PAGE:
This study was supported by grants from the National Institute on Aging and from the National Institute of Neurological Disorders and Stroke, National Institutes of Health.
-end-


Northwestern University

Related Memory Articles from Brightsurf:

Memory of the Venus flytrap
In a study to be published in Nature Plants, a graduate student Mr.

Memory protein
When UC Santa Barbara materials scientist Omar Saleh and graduate student Ian Morgan sought to understand the mechanical behaviors of disordered proteins in the lab, they expected that after being stretched, one particular model protein would snap back instantaneously, like a rubber band.

Previously claimed memory boosting font 'Sans Forgetica' does not actually boost memory
It was previously claimed that the font Sans Forgetica could enhance people's memory for information, however researchers from the University of Warwick and the University of Waikato, New Zealand, have found after carrying out numerous experiments that the font does not enhance memory.

Memory boost with just one look
HRL Laboratories, LLC, researchers have published results showing that targeted transcranial electrical stimulation during slow-wave sleep can improve metamemories of specific episodes by 20% after only one viewing of the episode, compared to controls.

VR is not suited to visual memory?!
Toyohashi university of technology researcher and a research team at Tokyo Denki University have found that virtual reality (VR) may interfere with visual memory.

The genetic signature of memory
Despite their importance in memory, the human cortex and subcortex display a distinct collection of 'gene signatures.' The work recently published in eNeuro increases our understanding of how the brain creates memories and identifies potential genes for further investigation.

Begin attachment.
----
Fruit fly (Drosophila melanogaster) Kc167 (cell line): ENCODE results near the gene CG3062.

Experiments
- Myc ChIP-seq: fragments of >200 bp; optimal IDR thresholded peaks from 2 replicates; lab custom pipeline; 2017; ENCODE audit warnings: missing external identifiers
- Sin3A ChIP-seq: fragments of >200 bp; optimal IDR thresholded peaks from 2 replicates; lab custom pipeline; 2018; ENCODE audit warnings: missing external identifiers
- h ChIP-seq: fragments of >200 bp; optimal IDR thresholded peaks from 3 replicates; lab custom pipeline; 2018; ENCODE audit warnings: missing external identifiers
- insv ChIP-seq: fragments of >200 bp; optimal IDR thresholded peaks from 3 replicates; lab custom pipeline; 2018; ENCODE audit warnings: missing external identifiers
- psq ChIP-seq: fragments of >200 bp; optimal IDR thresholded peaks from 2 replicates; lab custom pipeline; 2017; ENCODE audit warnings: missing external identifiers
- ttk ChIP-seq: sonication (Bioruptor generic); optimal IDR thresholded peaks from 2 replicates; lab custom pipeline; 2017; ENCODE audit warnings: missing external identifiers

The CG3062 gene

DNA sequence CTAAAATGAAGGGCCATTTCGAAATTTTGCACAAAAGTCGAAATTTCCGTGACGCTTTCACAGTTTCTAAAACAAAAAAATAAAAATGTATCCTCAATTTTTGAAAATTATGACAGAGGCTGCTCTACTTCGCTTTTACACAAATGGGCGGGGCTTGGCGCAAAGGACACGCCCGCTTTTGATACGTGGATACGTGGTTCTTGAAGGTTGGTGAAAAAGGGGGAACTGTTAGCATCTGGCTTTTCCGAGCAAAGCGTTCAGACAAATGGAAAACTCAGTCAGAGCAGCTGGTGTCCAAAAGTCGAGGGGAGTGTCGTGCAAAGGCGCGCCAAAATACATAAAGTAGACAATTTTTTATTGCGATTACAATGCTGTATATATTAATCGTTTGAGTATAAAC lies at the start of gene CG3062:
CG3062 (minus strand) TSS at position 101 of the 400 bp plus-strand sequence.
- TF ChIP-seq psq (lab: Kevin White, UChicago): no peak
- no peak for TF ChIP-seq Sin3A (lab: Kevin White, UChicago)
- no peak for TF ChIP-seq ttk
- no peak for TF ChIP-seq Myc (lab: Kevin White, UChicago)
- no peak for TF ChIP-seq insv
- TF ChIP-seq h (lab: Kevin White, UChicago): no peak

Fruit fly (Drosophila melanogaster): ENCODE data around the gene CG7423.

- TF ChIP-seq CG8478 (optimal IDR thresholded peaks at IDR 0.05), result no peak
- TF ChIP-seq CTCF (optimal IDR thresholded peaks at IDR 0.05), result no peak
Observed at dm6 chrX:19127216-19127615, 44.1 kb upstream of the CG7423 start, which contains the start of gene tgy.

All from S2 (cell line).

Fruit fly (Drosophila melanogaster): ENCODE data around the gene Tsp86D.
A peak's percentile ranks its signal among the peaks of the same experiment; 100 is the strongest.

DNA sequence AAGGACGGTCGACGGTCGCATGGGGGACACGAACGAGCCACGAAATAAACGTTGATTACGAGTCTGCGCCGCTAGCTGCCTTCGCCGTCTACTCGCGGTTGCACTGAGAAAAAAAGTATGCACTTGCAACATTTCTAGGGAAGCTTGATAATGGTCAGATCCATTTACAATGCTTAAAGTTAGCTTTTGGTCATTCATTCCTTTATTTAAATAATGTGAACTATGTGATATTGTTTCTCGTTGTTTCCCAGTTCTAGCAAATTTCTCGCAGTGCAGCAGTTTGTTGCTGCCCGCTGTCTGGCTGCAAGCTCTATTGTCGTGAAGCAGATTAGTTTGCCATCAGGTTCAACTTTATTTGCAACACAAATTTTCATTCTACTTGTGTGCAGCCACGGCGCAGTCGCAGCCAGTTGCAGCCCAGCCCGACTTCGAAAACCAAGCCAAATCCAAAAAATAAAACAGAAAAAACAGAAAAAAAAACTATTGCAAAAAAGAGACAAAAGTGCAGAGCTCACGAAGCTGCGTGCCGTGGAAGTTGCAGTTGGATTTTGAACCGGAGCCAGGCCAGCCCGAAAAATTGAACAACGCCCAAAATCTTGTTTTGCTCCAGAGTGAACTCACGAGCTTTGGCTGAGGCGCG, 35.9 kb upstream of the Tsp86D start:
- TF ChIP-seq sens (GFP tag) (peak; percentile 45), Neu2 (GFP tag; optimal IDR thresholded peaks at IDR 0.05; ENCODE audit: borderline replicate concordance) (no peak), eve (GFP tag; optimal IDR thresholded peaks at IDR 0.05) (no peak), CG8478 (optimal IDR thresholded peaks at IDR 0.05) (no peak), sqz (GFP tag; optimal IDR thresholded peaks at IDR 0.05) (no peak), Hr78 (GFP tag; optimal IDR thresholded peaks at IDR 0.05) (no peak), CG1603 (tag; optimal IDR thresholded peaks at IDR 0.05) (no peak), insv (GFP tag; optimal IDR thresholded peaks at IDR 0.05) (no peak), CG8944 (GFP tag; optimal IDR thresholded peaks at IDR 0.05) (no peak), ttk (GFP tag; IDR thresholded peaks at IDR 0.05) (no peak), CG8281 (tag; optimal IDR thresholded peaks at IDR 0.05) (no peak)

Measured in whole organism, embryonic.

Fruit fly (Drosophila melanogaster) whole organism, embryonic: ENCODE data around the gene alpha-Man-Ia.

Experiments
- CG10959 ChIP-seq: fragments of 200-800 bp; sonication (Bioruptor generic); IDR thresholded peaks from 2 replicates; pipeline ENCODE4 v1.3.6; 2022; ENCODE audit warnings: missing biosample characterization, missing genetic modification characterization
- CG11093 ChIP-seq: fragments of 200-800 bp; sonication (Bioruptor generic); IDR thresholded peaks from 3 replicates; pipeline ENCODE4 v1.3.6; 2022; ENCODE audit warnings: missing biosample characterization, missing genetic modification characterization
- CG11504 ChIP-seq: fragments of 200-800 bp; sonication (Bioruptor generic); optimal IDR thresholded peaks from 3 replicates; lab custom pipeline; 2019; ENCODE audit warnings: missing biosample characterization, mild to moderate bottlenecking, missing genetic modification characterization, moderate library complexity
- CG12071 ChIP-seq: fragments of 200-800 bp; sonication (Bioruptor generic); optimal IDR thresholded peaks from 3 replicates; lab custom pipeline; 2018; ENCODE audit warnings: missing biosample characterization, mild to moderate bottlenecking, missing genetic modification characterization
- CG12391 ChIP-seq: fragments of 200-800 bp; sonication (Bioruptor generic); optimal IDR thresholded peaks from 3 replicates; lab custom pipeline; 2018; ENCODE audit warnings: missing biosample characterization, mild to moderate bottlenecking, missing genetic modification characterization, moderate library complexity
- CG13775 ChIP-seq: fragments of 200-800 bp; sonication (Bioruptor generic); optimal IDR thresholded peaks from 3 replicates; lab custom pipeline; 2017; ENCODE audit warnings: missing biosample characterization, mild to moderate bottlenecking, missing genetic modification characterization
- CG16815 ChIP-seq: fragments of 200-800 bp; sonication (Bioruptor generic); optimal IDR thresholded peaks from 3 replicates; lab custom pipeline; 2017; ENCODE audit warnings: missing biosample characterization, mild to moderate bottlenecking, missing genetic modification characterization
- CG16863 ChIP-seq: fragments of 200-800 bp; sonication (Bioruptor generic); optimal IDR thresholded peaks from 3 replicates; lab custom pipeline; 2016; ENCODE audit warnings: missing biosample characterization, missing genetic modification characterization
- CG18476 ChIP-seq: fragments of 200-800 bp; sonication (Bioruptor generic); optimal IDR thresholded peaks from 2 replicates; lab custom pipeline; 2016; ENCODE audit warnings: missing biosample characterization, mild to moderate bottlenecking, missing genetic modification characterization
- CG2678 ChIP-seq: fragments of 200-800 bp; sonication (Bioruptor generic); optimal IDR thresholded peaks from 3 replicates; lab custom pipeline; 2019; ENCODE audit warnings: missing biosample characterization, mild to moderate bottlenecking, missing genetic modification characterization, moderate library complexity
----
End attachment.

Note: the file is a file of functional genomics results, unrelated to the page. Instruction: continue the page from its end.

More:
How long does memory last? For shape memory alloys, the longer the better
Scientists captured live action details of the phase transitions of shape memory alloys, giving them a better idea how to improve their properties for applications.

A NEAT discovery about memory
UAB researchers say over expression of NEAT1, an noncoding RNA, appears to diminish the ability of older brains to form memories.

Molecular memory can be used to increase the memory capacity of hard disks
Researchers at the University of Jyväskylä have taken part in an international British-Finnish-Chinese collaboration where the first molecule capable of remembering the direction of a magnetic above liquid nitrogen temperatures has been prepared and characterized.

Memory transferred between snails
Memories can be transferred between organisms by extracting ribonucleic acid (RNA) from a trained animal and injecting it into an untrained animal, as demonstrated in a study of sea snails published in eNeuro.

Read More: Memory News and Memory Current Events
Brightsurf.com is a participant in the Amazon Services LLC Associates Program, an affiliate advertising program designed to provide a means for sites to earn advertising fees by advertising and linking to Amazon.com.